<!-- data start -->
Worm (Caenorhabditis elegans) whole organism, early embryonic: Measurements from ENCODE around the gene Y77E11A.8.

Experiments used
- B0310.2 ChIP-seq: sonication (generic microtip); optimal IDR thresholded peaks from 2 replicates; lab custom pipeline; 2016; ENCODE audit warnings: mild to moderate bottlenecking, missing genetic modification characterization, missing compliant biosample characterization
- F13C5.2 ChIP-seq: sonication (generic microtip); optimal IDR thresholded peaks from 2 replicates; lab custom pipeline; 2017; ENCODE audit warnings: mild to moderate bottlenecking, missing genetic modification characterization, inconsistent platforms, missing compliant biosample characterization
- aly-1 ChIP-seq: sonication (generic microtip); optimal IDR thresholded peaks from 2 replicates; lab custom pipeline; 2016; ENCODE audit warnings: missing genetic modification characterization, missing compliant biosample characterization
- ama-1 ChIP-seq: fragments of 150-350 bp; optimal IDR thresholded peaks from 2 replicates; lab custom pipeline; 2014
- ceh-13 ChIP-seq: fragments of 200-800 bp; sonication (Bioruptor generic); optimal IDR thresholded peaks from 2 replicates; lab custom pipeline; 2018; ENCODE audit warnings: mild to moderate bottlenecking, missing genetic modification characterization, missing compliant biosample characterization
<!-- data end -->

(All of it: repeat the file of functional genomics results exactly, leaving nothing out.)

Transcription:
Worm (Caenorhabditis elegans) whole organism, early embryonic: Measurements from ENCODE around the gene Y77E11A.8.

Experiments used
- B0310.2 ChIP-seq: sonication (generic microtip); optimal IDR thresholded peaks from 2 replicates; lab custom pipeline; 2016; ENCODE audit warnings: mild to moderate bottlenecking, missing genetic modification characterization, missing compliant biosample characterization
- F13C5.2 ChIP-seq: sonication (generic microtip); optimal IDR thresholded peaks from 2 replicates; lab custom pipeline; 2017; ENCODE audit warnings: mild to moderate bottlenecking, missing genetic modification characterization, inconsistent platforms, missing compliant biosample characterization
- aly-1 ChIP-seq: sonication (generic microtip); optimal IDR thresholded peaks from 2 replicates; lab custom pipeline; 2016; ENCODE audit warnings: missing genetic modification characterization, missing compliant biosample characterization
- ama-1 ChIP-seq: fragments of 150-350 bp; optimal IDR thresholded peaks from 2 replicates; lab custom pipeline; 2014
- ceh-13 ChIP-seq: fragments of 200-800 bp; sonication (Bioruptor generic); optimal IDR thresholded peaks from 2 replicates; lab custom pipeline; 2018; ENCODE audit warnings: mild to moderate bottlenecking, missing genetic modification characterization, missing compliant biosample characterization